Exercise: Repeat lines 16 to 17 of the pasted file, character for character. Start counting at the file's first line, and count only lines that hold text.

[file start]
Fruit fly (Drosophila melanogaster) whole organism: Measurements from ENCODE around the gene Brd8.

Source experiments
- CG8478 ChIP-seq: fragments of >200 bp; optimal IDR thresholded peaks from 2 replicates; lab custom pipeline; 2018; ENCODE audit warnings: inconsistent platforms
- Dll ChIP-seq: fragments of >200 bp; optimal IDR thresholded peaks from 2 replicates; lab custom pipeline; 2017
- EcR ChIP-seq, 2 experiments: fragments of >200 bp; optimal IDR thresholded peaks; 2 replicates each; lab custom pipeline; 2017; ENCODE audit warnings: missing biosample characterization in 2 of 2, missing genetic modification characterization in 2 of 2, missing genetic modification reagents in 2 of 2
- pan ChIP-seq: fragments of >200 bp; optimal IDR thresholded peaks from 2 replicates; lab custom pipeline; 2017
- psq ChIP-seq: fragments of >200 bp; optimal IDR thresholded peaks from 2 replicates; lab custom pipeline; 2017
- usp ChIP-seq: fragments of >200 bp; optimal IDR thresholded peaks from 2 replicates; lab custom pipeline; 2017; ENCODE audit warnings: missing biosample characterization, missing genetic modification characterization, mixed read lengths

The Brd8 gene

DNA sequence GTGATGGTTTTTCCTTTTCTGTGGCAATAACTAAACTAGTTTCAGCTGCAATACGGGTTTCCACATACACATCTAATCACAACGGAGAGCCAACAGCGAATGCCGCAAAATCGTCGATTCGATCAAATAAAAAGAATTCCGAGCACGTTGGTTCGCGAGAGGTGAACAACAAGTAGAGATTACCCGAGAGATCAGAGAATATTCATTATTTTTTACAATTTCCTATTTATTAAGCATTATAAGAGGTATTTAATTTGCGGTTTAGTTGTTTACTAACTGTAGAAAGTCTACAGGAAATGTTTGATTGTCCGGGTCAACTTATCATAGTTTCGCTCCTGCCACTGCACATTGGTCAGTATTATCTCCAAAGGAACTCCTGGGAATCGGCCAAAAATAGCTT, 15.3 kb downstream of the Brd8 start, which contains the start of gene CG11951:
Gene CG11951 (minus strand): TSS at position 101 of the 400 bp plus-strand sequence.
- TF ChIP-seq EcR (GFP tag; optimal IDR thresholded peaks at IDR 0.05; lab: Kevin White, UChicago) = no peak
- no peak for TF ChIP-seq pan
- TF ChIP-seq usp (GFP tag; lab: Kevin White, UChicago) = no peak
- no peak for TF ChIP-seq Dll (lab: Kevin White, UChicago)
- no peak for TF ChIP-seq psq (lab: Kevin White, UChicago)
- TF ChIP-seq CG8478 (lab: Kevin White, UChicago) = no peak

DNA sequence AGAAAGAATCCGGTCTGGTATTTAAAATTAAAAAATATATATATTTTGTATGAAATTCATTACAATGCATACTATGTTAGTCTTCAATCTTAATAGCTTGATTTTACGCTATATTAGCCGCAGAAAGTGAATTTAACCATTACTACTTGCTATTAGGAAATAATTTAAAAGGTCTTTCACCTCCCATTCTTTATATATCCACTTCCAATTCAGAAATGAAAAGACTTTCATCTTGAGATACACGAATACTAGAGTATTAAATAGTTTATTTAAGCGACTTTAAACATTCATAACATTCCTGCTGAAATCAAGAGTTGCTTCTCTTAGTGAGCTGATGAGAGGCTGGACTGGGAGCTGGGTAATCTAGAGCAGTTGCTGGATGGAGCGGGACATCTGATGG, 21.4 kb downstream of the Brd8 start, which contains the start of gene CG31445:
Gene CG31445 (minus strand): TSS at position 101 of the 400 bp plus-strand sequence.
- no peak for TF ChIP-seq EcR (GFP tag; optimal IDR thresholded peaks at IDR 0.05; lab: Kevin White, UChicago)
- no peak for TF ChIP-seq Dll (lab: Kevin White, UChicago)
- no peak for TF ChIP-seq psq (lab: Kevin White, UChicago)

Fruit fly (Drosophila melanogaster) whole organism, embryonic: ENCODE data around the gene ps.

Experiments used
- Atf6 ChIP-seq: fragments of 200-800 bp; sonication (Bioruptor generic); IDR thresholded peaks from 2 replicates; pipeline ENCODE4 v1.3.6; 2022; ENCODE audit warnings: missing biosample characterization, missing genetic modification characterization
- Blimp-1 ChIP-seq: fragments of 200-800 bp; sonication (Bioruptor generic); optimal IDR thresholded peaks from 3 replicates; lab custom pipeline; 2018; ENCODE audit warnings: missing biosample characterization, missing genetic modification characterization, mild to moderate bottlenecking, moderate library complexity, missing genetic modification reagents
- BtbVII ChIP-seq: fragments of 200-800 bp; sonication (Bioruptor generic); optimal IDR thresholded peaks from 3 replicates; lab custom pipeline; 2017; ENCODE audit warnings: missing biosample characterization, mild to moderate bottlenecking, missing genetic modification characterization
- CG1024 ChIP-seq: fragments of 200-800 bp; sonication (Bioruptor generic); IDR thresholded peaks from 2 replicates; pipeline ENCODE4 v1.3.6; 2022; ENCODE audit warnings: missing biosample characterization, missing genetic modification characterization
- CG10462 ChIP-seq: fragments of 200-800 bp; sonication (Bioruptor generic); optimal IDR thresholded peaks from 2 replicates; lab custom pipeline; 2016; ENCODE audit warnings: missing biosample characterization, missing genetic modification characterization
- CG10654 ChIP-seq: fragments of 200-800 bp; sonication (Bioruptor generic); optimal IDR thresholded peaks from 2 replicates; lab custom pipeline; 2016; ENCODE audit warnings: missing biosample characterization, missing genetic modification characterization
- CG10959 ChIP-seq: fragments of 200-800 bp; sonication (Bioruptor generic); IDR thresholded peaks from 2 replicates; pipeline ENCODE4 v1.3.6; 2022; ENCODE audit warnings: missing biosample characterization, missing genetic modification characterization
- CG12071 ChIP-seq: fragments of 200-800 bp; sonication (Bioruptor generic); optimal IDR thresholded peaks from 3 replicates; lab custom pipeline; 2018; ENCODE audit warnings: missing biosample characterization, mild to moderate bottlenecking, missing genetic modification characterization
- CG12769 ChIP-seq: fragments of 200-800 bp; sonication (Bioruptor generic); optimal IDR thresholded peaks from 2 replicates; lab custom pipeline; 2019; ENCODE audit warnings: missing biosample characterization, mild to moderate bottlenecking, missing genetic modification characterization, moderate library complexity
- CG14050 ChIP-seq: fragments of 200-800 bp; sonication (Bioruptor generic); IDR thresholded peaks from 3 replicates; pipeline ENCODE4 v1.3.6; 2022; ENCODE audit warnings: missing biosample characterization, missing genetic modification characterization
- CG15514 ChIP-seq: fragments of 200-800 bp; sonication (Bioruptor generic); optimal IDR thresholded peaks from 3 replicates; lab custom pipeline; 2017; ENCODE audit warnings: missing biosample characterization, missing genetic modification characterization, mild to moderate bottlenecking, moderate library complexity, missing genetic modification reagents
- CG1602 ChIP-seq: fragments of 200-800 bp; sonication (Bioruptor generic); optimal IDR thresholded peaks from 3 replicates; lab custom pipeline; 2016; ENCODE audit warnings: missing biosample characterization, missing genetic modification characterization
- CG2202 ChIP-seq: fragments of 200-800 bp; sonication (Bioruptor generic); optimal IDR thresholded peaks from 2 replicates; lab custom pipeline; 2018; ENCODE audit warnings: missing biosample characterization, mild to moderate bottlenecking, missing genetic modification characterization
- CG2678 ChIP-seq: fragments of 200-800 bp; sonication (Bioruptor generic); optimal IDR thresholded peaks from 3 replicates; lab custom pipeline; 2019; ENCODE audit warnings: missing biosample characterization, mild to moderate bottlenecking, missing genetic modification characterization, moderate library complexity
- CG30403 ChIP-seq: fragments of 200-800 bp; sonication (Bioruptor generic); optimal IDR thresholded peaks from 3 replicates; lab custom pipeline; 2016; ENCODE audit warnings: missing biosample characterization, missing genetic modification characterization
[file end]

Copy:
- no peak for TF ChIP-seq psq (lab: Kevin White, UChicago)
- TF ChIP-seq CG8478 (lab: Kevin White, UChicago) = no peak